In the United Kingdom, hospitals were crippled by the cyberattack, which forced operations to be canceled and ambulances to be diverted. Here in the U.S. FedEx Corp. was hit with the cyber-attack, while in Russian Federation the Interior Ministry was held ransom and in Spain, company Telefonica got hit. But, in what some have been calling the biggest cyberattack ever, the recent "Wannacry" ransomware apparently seeks out computers containing a vulnerability in the Microsoft Windows operating system, which permitted the ransomware to infect approximately 200,000 computers in 150 countries across the globe. The attack mostly impacted computers in Europe and Asia and for the most part spared North America.
"Using outdated versions of Windows that are no longer supported raises a lot of questions", said Christopher Dore, a lawyer specializing in digital privacy law at Edelson PC.
Generally a popup will appear if there is an update available but you can also force the computer to check for updates. Due to the severity of the threat, which has already locked countless worldwide systems, those running older versions of Windows should apply the patch as soon as possible.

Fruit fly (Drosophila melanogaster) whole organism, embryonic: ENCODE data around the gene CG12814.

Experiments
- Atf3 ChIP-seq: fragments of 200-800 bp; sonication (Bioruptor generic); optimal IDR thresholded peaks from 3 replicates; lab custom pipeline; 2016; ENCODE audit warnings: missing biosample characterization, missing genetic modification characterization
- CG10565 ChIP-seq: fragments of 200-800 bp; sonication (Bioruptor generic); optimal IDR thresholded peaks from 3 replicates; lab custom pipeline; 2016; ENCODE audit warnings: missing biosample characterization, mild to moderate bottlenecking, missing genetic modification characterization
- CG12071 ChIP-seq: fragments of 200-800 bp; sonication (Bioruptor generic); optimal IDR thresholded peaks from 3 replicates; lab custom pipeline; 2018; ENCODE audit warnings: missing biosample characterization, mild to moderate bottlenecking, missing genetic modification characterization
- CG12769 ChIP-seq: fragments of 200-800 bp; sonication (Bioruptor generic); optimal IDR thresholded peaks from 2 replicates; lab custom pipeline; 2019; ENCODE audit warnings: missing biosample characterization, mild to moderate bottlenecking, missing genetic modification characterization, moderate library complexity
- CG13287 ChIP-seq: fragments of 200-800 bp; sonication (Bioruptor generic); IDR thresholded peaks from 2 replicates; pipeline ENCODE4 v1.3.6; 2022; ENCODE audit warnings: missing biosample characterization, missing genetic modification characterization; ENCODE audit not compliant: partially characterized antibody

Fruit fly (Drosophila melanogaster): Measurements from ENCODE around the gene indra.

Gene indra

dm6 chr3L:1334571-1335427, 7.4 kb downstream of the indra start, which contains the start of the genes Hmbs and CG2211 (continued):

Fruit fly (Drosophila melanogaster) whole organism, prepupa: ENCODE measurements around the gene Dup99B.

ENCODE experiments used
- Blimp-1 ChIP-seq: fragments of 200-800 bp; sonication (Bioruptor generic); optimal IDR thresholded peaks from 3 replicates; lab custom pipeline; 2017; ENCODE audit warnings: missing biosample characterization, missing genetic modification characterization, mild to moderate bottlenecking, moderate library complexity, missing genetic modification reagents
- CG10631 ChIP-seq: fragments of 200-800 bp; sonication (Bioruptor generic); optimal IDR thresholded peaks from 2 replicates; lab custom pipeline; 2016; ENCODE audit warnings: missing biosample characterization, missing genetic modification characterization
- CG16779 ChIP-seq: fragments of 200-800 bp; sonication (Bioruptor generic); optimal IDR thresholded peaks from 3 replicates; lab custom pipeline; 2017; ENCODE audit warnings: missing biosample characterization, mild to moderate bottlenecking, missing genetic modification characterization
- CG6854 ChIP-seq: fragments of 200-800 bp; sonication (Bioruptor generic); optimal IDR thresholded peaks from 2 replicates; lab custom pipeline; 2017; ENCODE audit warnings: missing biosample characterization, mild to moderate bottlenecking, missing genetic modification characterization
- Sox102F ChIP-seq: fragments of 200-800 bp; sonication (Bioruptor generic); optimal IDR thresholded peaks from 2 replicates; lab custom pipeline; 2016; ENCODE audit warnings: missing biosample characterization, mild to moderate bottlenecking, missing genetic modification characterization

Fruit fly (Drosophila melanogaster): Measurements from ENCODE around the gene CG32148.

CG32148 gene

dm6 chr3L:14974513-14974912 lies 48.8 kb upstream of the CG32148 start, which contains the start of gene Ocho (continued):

"This decision was made based on an assessment of this situation, with the principle of protecting our customer ecosystem overall, firmly in mind", Phillip Misner, Principal Security Group Manager at Microsoft Security Response Centert stated in an advisory on WannaCry.
Corporates are internally trying to resolve it through their IT team and those who have not got any back up of their data are resorting to paying the ransom through bitcoin.
First, install any software updates immediately and make it a regular habit.
Matthew Hickey, cofounder of security firm My Hacker House, created a virtual inoculation for companies to use to prevent ransomware while they work on patching.
"It's very important everyone understands that all they (the hackers) need to do is change some code and start again". A security researcher who goes by the name MalwareTech has activated a sort of kill-switch in WannaCry that stops it from spreading. And just as they are unlikely to pay for an upgrade to their operating systems, they may not want to - or be able to - pay for security fixes.
Microsoft itself is unlikely to face legal trouble over the flaw in Windows being exploited by WannaCry, according to legal experts.
While Mr MacGibbon said Australia looks to have missed the worst of the attack as it didn't seem to have infected government agencies or critical infrastructure, people shouldn't be complacent.